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Women spearheading ground-breaking research to improve SA’s competitiveness in two largely male-dominated fields

Publication Date: 
Wednesday, August 28, 2019

Female researchers from the Council for Scientific and Industrial Research (CSIR) are spearheading research to improve the country’s competitiveness in additive manufacturing and stem cell reprogramming.

Speaking to the media in Pretoria recently, the researchers commended the CSIR for providing a conducive environment for them to excel in all areas, including those that were previously dominated by their male counterparts.

Contact Person

David Mandaha

+12 841 3654/ 072 126 8910

dmandaha@csir.co.za

Female researchers from the Council for Scientific and Industrial Research (CSIR) are spearheading research to improve the country’s competitiveness in additive manufacturing and stem cell reprogramming.

Speaking to the media in Pretoria recently, the researchers commended the CSIR for providing a conducive environment for them to excel in all areas, including those that were previously dominated by their male counterparts.

 As part of the organisation’s Women’s Month activities to celebrate the significant role played by female researchers in society, the CSIR had an event to showcase some of their female researchers who are pioneering research and breaking barriers by being among the few women in the country to undertake such research, while improving the lives of South Africans.

The CSIR materials engineering master’s candidate, Londiwe Motibane, said engineering has always been a space full of men and that has to change.

She said women are capable and should be given the opportunity to contribute to the betterment of the country.

"I used to work in mining and I must say that it was difficult to compete as a female. Women should be allowed to showcase their talents at all times because they are very capable. Organisations such the CSIR should be commended for their continued support to women professionals. Here we are able to show that we can do just as well as our male counterparts and even better sometimes. But mostly, this shows that science and engineering can be and should be done by anyone regardless of background, gender or race.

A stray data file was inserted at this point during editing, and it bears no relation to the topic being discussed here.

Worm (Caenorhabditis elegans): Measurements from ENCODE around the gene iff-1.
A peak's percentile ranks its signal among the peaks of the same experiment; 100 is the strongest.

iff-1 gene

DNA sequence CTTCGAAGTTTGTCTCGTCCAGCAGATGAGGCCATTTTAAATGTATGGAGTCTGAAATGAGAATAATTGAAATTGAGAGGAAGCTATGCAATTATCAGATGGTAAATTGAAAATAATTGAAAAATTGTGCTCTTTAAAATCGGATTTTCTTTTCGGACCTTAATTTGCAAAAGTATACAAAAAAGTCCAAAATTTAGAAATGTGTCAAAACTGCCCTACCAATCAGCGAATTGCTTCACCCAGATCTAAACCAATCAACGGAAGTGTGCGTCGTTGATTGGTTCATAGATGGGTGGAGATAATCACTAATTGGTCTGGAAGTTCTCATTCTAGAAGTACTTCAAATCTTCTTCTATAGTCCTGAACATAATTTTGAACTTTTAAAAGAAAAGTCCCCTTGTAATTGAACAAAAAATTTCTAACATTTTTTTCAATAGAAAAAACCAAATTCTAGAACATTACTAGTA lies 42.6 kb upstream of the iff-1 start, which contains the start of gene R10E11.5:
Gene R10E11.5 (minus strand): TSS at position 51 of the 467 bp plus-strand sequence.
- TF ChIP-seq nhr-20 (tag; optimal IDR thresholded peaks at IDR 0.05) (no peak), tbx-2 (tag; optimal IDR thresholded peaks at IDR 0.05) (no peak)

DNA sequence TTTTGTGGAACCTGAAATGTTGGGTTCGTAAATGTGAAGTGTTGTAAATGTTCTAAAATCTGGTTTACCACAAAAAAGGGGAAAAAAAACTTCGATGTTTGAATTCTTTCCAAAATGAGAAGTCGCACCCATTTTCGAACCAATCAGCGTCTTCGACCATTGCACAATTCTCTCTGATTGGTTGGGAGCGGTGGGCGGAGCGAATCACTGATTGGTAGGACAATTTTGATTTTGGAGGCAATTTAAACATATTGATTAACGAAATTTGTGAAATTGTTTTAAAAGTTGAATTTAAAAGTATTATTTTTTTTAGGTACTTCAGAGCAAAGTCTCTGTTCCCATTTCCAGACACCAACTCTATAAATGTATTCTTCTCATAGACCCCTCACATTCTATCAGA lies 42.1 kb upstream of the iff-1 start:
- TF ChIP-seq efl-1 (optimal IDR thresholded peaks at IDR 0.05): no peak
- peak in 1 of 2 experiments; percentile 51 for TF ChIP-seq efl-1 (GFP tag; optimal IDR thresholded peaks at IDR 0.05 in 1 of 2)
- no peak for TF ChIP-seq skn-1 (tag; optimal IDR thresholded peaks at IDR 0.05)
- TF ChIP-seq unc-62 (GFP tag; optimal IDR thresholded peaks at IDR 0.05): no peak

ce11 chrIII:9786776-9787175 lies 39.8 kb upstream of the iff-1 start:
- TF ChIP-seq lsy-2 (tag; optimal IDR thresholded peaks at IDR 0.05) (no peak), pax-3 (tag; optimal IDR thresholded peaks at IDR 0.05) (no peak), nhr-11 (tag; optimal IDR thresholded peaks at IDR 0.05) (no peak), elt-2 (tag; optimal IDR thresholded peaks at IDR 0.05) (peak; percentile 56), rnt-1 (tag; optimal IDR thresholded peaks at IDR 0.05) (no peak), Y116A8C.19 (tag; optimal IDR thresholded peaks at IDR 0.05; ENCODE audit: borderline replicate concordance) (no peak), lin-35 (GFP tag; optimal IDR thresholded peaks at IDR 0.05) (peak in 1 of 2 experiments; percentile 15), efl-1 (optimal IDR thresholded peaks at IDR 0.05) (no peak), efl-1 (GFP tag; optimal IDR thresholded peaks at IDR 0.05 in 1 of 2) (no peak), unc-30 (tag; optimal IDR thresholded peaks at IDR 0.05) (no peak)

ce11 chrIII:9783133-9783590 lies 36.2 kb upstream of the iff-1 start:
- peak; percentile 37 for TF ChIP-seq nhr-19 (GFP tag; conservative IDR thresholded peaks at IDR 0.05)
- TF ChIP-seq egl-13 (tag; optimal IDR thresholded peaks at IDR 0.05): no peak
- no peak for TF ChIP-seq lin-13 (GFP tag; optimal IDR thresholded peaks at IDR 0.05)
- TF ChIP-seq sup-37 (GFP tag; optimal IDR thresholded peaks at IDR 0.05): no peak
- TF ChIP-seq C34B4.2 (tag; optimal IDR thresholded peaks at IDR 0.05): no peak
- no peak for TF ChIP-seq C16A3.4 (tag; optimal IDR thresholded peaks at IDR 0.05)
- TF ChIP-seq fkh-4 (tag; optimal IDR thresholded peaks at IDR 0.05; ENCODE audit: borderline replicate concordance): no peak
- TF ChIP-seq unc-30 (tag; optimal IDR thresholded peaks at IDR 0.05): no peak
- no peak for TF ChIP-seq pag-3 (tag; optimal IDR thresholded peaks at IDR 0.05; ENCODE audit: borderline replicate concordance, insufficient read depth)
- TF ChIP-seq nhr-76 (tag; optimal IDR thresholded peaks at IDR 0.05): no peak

Motibane is currently involved in the process development team of the Aeroswift Project, a collaborative effort between the CSIR, Aerosud and the Department of Science and Innovation. The aim of the project is to produce aerospace grade structural components by using additive manufacturing.

Dr Ntombi Mathe, a CSIR senior researcher, says that “women are no longer restricted by obstacles that hindered them in the past. One is only restricted by one’s own imagination. You can dream as big as you want, as long as you’re willing to put in the work. It’s high time we stop downplaying ourselves. There is no industry that is a “man’s industry”. We need to keep creating foundations for more women to enter the engineering space in order to create an environment where women are comfortable and confident.”

Dr Mathe showcased some of research breakthroughs made using the world’s largest 3D printer, which is housed at the CSIR. Some of these includes parts printed using the 3D printer such as a drone frame, throttle grip, missile trail boat, and trophies developed using titanium.

Another woman breaking barriers is CSIR researcher Dimakatso Gumede who is among the few people in South Africa who have mastered stem cell reprogramming. She studied the role of a gene mutation that causes skin and lung fibrosis, using a scientific method called induced pluripotent stem cells.

Gumede said her research seeks to address adverse drug reactions observed in the African population due to genetic diversity.

“Through using pluripotent stem cells, we are able to make liver cells and screen the prescribed drugs for liver toxicity to make dose recommendation or alternative medication for African individuals who develop adverse drug reaction to commonly prescribed drugs.”

Watch this video, courtesy of GCIS.

ENDS

Issued by David Mandaha, CSIR Media Manager, 012 841 3654 or 072 126 8910.

About the CSIR:

The CSIR is one of the leading scientific and technology research, development and implementation organisations in Africa. Constituted by an Act of Parliament in 1945 as a science council, the CSIR undertakes directed and multidisciplinary research, technological innovation, as well as industrial and scientific development to improve the quality of life of all South Africans. For more information, visit www.csir.co.za.

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